The release also addresses documentation. The help function features prominent pages entitled "Introduction to GNOME," "Start applications," and "Useful keyboard shortcuts." Below this introductory selection is a link to "Logout," "power off" and "switch users," along with half a dozen different categories of tasks. Following these links leads to tightly task-organized information that I can only criticize because it was not available or else not as well-organized in earlier releases.
GNOME 3 is still tweaking its Settings dialog, but the 3.8 release takes the process a few steps further. The layout of the top-level dialog has a few micro-changes, such as the replacement of a Back icon more suitable for a mobile device with a left-pointing arrow, while the layout of sub-dialogs, such as Power and Network, have been rearranged to conform to the emerging GNOME 3 design standards.
These standards make for a very spare screen with toggle switches for activating or deactivating options and only three or four options in each window. The look is generally pleasing, but fails to make clear that there is usually another dialog with additional options. Also, toggles and their captions are at opposite ends of lines that are long enough that at times it can be hard to tell which caption accompanies which toggle.
Even more importantly, several new panels are added in the 3.8 release. The first of these is the Sharing dialog. It provides a field for changing the current computer's names, as well settings for sharing files and the screen.
Sharing is joined by the Notification panel, which for the first time gives GNOME 3 users the ability to toggle individual notifications and popup messages off and on. Still another new configuration tools give uses a few Privacy options.
However, probably the most important new panel is Searching. From this dialog, you can toggle whether to include contacts from address books and files in desktop searches. I suspect these controls might be more convenient if they were placed by the search field, where they could be easily changed for specific concerns, yet no matter where they are placed, they are a marked contrast to Unity's new habit of mixing online and local searches.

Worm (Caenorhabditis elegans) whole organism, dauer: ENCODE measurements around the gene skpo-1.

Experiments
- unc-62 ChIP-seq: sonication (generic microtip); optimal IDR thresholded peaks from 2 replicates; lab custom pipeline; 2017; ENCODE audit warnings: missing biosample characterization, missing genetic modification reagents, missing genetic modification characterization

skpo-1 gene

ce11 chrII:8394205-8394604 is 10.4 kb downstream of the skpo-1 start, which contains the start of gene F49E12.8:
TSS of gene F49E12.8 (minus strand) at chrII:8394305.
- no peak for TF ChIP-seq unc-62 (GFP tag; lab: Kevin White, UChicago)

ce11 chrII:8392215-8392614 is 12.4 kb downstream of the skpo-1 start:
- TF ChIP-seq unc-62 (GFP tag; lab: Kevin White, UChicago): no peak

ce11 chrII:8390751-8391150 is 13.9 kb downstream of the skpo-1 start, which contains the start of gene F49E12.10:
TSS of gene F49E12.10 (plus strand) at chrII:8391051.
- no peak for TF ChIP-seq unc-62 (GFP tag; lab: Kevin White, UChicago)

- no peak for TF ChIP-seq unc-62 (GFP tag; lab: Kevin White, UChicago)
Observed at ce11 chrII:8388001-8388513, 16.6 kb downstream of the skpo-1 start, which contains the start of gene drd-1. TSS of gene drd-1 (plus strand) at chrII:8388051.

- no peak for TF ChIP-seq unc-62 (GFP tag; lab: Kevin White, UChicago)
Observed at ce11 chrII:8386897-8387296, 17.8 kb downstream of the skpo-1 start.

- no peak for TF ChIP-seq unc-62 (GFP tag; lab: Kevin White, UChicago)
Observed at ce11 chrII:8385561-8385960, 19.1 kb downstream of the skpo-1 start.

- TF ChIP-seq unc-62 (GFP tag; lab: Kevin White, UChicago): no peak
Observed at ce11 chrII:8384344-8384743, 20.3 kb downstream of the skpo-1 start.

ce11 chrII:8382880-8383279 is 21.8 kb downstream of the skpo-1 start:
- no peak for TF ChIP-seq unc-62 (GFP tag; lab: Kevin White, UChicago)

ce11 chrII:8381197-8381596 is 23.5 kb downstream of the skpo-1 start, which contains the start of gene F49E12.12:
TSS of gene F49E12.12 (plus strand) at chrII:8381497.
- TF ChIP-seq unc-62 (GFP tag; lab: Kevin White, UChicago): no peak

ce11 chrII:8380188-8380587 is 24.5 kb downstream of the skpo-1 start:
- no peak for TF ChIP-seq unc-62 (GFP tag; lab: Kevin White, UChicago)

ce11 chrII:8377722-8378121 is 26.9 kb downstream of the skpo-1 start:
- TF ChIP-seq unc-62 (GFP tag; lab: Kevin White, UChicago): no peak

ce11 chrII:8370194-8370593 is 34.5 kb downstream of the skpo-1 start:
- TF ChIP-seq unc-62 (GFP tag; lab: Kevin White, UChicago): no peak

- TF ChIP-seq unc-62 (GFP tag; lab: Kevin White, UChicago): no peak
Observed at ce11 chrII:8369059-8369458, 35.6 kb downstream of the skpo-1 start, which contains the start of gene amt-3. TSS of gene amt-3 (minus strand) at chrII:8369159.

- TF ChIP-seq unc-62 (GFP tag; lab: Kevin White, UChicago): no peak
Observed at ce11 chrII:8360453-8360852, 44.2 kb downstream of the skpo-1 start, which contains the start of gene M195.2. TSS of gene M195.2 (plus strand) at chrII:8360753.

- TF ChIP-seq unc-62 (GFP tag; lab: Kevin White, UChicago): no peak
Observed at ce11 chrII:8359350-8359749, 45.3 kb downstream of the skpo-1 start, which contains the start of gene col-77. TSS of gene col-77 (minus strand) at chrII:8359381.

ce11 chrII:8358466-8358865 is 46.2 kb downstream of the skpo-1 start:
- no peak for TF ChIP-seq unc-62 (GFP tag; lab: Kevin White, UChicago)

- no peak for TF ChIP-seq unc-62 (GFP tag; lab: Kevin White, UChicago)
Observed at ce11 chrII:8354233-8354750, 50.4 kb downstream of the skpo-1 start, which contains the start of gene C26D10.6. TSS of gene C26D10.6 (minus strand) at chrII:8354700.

Almost certainly, these are not the final form of GNOME configuration tools and their interfaces. Notifications, Privacy, and Search are all likely to have features added in subsequent releases. Nor have users necessarily seen the final window layout.
All the same, the settings available in 3.8 have come a long way from those in GNOME 2, which were always sparse compared to those offered by KDE. In fact, settings are one area in which GNOME 3 is surpassing earlier releases. The interfaces and tools are by no means complete in 3.8, but the general trend is obvious.
Two years after the first release, GNOME 3 is clearly not to everyone's taste. However, no matter what you think of its underlying structure and design, it is equally clear that GNOME 3 is gaining maturity with each release. Although a consistent layout for dialogs and utilities has not been reached, each release progresses a little closer to that goal, and the 3.8 release is no exception.
Admittedly, GNOME 3.8 is not the definitive word on anything. But it does bring both GNOME's desktop search and configuration tools closer to KDE's than any earlier release in the series, while its online help is a solid accomplishment.
Take GNOME 3.8 on its own terms, rather than condemning it for what it is not or what it fails to offers — in particular, a GNOME 2 clone — and you can see it as a solid release. You won't find any killer apps, but you will find a small but steady stream of improvements that makes it the most usable release of GNOME 3 yet.